DAVIESS CO., Ky. (WFIE) - Just in the last five years, Owensboro Police say the number of meth-related arrests in the community has nearly tripled.
While talking with detectives and county officials, we quickly discovered meth addiction hits very close to home for a very familiar face in Daviess County. This has inspired him to take action, hoping to save others from the same loss.
Al Mattingly is a familiar name and face around Daviess County. He has been serving the area since 2011.
But let’s rewind back to 2002 before he became judge-executive.
“11 o’clock I got a call, my brother had been arrested for manufacturing methamphetamine with three other guys,” recalls Daviess County Judge-Executive Al Mattingly.
Fast forward to now and addiction numbers are back up. It is an issue becoming all too common in Daviess County.
Meth has increased so much in the last five years city officials are calling it a “meth scourge.”
“The problem is it’s so much cheaper than it was even when it was manufactured here locally," explains Daviess County Sheriff’s Office Major Barry Smith. "It used to be you’d have methamphetamine be $100 a gram and now you can buy it for $30 a gram.”
Local law enforcement goes undercover and out on the streets to purchase the drug. Sergeant Nichols, who works on the street crimes unit for the Owensboro Police Department, says his team makes crystal meth purchases daily.
“From 2014 to almost 300 hundred arrests to current where we’re at almost 800 arrests this year," says Sergeant Nichols. "I feel like is in part due to availability. Methamphetamine is widely available in the area.”
Here’s a look at meth arrests made by the Owensboro Police Department:
2019: 784 (year-to-date)
*These numbers do not include arrests made by the Daviess County Sheriff’s Office or Kentucky State Police*
“I think meth had a good hold here in our community before the opiate crisis became so big,” says River Valley Behavioral Health’s Senior Director of Substance Abuse Prevention Doctor RonSonlyn Clark.
Doctor Clark has worked at drug treatment facilities in Owensboro for more than two decades. She meets with addicts every day.
According to her, 60 percent of her patients struggle with meth addiction.
“When we had individuals manufacturing methamphetamine in their backyards, out in the woods, that was not to the degree of purity that we have and it was made with a lot of chemicals that you could buy at a hardware store, or a department store, or a grocery store,” Dr. Clark explains.
Doctor Clark says what people often forget is the toll addiction can take on those closest to us.
“Substance abuse has a direct effect on at least seven other lives,” says Dr. Clark.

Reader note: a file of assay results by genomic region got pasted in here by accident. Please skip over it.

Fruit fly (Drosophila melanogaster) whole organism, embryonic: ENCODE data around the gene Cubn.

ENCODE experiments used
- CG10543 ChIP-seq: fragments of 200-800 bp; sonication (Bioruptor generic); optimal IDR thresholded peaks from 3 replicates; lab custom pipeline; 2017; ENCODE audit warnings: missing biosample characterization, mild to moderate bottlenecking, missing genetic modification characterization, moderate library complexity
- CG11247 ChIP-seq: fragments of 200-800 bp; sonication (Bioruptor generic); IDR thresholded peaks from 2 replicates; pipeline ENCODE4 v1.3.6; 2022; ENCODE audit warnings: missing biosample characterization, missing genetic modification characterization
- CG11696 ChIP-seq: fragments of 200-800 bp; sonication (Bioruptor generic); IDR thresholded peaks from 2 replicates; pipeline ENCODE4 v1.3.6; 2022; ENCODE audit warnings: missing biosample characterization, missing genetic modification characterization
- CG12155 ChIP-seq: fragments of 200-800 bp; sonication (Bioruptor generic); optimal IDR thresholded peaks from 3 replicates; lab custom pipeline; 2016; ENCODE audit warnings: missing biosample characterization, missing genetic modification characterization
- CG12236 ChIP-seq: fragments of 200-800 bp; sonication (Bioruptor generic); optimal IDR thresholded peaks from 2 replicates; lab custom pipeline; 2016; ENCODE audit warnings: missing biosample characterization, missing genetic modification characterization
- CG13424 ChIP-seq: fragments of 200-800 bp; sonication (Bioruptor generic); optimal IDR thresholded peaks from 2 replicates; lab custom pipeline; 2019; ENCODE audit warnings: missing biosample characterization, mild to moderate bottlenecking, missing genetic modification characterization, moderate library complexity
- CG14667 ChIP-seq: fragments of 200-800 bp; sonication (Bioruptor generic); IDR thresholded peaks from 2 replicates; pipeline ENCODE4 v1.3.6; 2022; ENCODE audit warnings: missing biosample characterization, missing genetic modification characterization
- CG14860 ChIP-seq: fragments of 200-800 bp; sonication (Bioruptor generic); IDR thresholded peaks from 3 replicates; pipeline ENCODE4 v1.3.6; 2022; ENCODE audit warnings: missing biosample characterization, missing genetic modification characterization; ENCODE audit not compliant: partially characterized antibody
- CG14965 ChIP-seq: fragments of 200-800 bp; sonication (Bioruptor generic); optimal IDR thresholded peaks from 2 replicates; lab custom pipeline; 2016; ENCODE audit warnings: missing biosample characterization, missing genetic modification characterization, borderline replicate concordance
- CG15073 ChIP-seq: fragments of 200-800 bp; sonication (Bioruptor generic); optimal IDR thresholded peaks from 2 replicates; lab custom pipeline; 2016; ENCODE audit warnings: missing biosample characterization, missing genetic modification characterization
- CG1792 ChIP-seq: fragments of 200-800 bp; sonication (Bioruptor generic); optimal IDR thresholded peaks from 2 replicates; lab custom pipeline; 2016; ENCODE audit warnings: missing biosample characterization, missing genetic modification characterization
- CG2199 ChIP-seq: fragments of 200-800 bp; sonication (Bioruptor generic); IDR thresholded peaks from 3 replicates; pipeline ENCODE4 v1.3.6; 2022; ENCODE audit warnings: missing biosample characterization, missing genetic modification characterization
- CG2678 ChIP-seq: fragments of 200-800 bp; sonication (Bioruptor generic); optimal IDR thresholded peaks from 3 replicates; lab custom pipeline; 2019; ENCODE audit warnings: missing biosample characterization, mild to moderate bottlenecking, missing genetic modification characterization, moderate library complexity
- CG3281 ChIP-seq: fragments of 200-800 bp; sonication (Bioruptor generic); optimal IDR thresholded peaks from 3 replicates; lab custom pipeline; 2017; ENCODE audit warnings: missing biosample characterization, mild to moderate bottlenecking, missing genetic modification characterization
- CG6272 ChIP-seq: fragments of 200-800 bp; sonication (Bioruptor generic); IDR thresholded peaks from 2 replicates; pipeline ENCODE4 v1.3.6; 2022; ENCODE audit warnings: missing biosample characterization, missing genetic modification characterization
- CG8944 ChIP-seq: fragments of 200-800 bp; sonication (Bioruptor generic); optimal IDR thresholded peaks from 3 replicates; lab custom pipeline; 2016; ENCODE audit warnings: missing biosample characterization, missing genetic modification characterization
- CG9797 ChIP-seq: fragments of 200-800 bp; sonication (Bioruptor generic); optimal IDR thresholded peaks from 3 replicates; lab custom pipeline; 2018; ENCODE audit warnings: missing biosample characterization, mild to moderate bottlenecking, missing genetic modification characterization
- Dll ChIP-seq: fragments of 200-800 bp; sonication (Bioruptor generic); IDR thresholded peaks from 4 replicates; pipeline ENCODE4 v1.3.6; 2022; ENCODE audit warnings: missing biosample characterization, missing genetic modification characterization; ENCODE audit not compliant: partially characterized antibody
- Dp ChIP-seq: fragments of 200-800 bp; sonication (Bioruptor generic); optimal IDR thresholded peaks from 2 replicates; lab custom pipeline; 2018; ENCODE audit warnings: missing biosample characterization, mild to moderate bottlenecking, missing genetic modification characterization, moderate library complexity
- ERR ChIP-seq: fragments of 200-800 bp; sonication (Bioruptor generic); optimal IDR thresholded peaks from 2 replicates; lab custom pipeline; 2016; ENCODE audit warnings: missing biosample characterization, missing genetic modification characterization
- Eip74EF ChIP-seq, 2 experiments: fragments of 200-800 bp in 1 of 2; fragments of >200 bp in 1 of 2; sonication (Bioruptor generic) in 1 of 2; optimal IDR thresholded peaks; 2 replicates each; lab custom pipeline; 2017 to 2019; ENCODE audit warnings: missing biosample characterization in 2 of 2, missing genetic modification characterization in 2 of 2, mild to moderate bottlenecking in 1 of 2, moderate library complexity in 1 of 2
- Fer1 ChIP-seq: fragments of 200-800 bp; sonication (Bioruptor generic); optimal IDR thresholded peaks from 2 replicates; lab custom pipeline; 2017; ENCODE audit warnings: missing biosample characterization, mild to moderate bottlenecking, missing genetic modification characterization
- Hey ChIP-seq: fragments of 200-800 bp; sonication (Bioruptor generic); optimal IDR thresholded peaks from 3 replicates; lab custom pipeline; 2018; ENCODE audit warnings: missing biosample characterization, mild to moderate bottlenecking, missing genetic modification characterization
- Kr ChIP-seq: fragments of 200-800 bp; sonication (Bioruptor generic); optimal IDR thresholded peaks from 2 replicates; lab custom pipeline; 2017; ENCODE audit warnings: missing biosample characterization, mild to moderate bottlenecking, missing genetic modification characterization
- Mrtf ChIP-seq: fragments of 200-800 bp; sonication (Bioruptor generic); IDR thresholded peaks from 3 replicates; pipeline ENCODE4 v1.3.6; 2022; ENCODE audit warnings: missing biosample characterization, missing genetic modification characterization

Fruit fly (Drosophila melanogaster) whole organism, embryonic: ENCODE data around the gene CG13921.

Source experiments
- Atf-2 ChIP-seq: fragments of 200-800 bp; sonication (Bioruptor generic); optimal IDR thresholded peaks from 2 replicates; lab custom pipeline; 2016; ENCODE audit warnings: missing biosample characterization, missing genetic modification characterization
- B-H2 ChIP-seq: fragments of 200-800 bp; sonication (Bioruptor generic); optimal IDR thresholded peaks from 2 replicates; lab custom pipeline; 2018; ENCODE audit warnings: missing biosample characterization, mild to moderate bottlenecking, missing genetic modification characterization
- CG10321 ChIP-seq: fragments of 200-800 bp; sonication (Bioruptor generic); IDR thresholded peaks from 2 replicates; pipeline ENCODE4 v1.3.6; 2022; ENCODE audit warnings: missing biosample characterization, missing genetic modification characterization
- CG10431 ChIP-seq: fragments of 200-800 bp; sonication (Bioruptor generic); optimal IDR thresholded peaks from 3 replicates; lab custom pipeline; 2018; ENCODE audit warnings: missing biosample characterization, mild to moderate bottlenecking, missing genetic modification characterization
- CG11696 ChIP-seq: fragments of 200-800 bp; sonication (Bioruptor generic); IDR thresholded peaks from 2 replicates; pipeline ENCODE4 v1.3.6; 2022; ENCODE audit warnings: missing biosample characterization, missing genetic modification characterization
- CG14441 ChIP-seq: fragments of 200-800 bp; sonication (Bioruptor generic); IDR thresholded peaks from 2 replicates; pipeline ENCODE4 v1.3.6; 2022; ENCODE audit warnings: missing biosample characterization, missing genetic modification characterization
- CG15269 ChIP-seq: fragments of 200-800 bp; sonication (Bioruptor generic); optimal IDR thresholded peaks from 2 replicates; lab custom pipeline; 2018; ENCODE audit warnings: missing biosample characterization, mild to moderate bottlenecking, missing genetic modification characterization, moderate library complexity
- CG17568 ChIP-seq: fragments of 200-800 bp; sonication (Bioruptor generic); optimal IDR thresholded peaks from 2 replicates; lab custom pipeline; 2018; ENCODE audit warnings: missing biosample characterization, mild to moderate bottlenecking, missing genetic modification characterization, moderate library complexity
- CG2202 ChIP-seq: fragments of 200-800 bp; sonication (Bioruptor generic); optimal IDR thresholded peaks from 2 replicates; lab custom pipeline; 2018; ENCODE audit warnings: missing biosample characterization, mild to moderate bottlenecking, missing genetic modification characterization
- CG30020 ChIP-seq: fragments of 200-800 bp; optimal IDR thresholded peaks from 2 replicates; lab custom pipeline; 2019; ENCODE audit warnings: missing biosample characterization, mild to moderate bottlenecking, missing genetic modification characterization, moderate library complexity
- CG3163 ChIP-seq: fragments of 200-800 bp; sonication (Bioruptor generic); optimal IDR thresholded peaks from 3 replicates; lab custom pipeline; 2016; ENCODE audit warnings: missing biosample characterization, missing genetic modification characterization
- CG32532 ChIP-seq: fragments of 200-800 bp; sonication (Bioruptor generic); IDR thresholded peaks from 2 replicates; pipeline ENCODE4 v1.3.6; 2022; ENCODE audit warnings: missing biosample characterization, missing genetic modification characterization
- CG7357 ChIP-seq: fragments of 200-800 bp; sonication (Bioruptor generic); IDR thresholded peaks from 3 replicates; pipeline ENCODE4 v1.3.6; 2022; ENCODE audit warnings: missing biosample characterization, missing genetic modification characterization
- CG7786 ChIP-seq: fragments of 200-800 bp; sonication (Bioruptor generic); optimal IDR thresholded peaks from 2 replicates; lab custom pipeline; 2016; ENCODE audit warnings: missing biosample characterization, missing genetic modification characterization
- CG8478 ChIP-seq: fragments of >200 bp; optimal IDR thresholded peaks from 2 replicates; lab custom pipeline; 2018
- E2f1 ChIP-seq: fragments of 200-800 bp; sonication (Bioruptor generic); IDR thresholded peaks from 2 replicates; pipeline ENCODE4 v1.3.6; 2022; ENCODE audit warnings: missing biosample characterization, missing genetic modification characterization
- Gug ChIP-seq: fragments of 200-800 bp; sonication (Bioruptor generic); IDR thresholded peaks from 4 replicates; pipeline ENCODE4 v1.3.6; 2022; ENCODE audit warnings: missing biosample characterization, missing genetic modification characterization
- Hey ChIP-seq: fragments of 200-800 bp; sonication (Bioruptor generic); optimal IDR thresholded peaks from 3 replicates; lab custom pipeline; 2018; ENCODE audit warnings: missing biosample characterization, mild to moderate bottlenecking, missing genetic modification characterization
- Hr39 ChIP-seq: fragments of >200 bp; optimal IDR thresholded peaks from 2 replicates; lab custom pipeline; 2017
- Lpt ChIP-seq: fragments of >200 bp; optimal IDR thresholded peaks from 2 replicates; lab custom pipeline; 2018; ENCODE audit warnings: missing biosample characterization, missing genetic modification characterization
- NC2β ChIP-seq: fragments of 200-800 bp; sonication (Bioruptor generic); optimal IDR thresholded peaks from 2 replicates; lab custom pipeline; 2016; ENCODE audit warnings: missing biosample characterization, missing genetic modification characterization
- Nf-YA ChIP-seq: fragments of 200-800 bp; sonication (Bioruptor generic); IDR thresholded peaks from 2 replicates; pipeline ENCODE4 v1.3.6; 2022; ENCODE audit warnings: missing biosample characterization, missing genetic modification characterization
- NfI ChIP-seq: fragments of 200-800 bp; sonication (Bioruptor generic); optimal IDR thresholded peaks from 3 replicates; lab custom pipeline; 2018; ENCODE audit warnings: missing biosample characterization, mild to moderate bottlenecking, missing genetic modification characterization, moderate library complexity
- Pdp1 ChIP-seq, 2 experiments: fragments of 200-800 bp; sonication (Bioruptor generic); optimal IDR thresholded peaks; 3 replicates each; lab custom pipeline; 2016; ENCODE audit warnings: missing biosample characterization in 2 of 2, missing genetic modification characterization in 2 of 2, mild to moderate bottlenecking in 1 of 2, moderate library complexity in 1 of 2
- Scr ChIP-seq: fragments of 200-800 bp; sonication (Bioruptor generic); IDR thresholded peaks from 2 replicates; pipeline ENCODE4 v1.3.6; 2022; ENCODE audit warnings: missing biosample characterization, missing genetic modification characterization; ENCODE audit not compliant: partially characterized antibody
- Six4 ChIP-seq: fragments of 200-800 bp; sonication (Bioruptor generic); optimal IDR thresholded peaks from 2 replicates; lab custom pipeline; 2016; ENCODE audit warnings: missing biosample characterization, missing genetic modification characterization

Mattingly reflects on the day his twin brothers were born.
“It was one of those monumental days that you have in your life and you can just about remember everything," Mattingly recalls. "And growing up they’d follow me around.”
Not knowing, that years later, one of them would battle drug addiction. When asked if he ever suspected his brother would battle drug addiction, Mattingly says yes.
“I would tell you, yes and I think my mom would tell you yes," Mattingly explains. "But what do loved ones usually do for their loved one? As opposed to holding them up and accountable. What do they do? We enable them.”
With the help of his family, Mattingly's brother made his way into recovery and spent the last few years of his life counseling others on their own journeys to recovery.
“He loved what he was doing," says Mattingly. "That would have been in 2004 and late 2006 he was diagnosed with stage four lung cancer and passed away in 2008.”
“That does kind of play into the back of your mind and how widespread it can be," explains Major Smith. "That nobody can really go through untouched with some family members exposed to that problem.”
Now, years since his brother’s passing, Mattingly is on a mission to help those dealing with addiction in this community.
“Now I advocate and work for not just enforcement of law, but for treatment and rehabilitation and helping those folks get back into society," explains Mattingly. “Because they can become good members of society, productive members of society, worthwhile members of society.” “It’s all because of a personal experience. It’s amazing how your perspective changes when it has to do with someone that you love.”
Mattingly says the city and county will continue the discussion surrounding meth by meeting with local agencies to address the issue.